Quote Quote by Andre View Post
I had long talks with several of Czech, Hungarian, and Polish colleagues, who were not only kind, honest and actually just like us, but they also told us in turn what kind of incredible villains we had been. From their stories it became clear that our mutual enemy image was somewhat exaggerated.
Soldiers are often like this. Thrust into battle against each other, yet they all want the same thing; to go home and see their girlfriends.(and boyfriends now). I remember thinking to myself during both Iraq wars, that I admired the soldiers on the other side, as much as I admired ours. I don't think this is an isolated attitude.

There is a story of the Kamikaze pilot who crashed his plane into the USS Missouri during WWII. The crew recovered his body and gave him a fully honorable and dignified burial at sea..

Quote Quote by Andre View Post
The conclusion was that the leadership of both our and their side had grossly overestimated and overstated the evilness of the opponent and shockingly, we had accepted all of that eagerly, because it seemed that we wanted it to be true.

I think there is a root of the problem.
And that, is just as true today, as ever. (biting lip from elaborating...)

Quote Quote by NileQueen View Post
Kennis is macht. Our leaders (and us) need to know the potential enemies and neighbors and they (and us if possible) need to keep an eye on things, and know
what is going on around us.
I agree, absolutely.

Quote Quote by Ryan_m_b View Post
Part of the problem is that it is rare for a country to teach it's own atrocities.
And then get hammered for "apologizing" if they do. [nixonian expletive deleted] apologies. If we were wrong, admit it, and fix it. If we were right, pat ourselves on the back. But DON'T call it apologizing. (ps. I will admit to being wrong, but I never apologize for anything. Life is. And **** happens. Sometimes I'm responsible for some freaky ****. Are you dead? No. Are you crippled? No. Then get the **** over it.)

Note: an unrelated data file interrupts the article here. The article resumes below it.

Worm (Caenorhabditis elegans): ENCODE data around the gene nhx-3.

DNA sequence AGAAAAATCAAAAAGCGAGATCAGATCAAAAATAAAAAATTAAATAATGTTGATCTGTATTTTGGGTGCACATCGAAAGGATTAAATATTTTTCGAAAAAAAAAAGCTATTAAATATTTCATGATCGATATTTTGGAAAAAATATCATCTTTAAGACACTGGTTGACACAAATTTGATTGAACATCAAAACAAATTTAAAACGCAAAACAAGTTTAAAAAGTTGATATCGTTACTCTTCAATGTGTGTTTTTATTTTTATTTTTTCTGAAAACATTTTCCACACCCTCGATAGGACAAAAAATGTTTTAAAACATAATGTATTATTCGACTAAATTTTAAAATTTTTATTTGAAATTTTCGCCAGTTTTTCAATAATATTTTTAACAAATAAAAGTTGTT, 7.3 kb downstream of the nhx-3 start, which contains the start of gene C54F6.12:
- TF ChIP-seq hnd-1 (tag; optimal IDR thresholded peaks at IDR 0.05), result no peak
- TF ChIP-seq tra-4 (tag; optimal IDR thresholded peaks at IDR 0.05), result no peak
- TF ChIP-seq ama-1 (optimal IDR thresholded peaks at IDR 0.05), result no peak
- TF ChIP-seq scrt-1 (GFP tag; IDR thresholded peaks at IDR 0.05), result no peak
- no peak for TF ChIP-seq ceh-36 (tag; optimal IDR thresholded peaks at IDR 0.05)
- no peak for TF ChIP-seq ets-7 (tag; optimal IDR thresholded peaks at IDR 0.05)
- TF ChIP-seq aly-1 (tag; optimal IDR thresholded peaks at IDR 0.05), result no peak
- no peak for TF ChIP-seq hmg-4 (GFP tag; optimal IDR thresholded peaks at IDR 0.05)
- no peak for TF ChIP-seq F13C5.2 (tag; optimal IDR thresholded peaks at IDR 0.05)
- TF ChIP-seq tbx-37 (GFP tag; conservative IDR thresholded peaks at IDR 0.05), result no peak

Quote Quote by ViewsofMars View Post
Duh!
...
If someone breaks into my home, I won't hesitate to shoot the person.
Double Duh!
Quote Quote by Dalai Lama XIV
If someone has a gun and is trying to kill you, it would be reasonable to shoot back with your own gun.
Quote Quote by berkeman View Post
On a more positive note... I'm an "Army brat"
Me too! Though an Air Force brat.
So I pursued a technical education and career as an EE.
Me too! Though I never graduated, and ended up with a big "L" tattooed on my forehead.
I hope that cooler minds prevail.
Me too!
Sorry if this is a bit off topic from the OP. But maybe it's not.
Common ground! It's the first step in friendship.
(kumbaya again)

Quote Quote by Ms Music View Post
it made me think of my own experience of 9/11
That was interesting, wasn't it. Not sure if anyone else noticed. I noticed that people who "looked" Middle Eastern, started eating lunch together. It was very strange. It took them several years to re-assimilate themselves into the "I don't give a **** what nationality you are" lunchroom society.
I keep asking for world peace, but all I have received so far is whirled peas.
I once gave someone a can of peas, nested in a dirt filled brass flower pot for xmas. She said all she wanted was Peace on Earth. Peas on Dirt was the closest I could get.

Quote Quote by Andre View Post
which is actually the hidden agenda in this thread.


And I've been suckered in.....

Quote Quote by zoobyshoe View Post
The need for an enemy is Andre's diagnosis, not mine. I don't believe it's the case.
Enemy or scapegoat, it's the same thing to me. When things go haywire in a society, someone needs to be blamed. As I pointed out the other day, it can't be me who's at fault for all this poop that's going on, I'm never wrong, and if you're the only other person on the planet, then it must be your fault.

Quote Quote by ThomasT View Post
It's just part of the human/animal condition. Most of us aren't heroes. Most of us aren't especially strong. Most of us are simply not willing to forsake any hope of a normal, comfortable, life in order to actively oppose oppression.
You got me there.

In conclusion, it is Memorial Day now on the right coast. I'll have to go visit my dead Luftwaffe mother and dead USAF father's grave tomorrow, they share the same plot.

ps. Sorry about deleting the Nietzsche post the other day. In hindsight, it was a mistake. (OK! I was wrong!) But I only knew at the time that Nietzsche was some sort of philosopher with a pretentious name. I've since learned that he was correct. As evidenced by the bumper sticker, which kind of, IMHO, expresses the angst of the thread: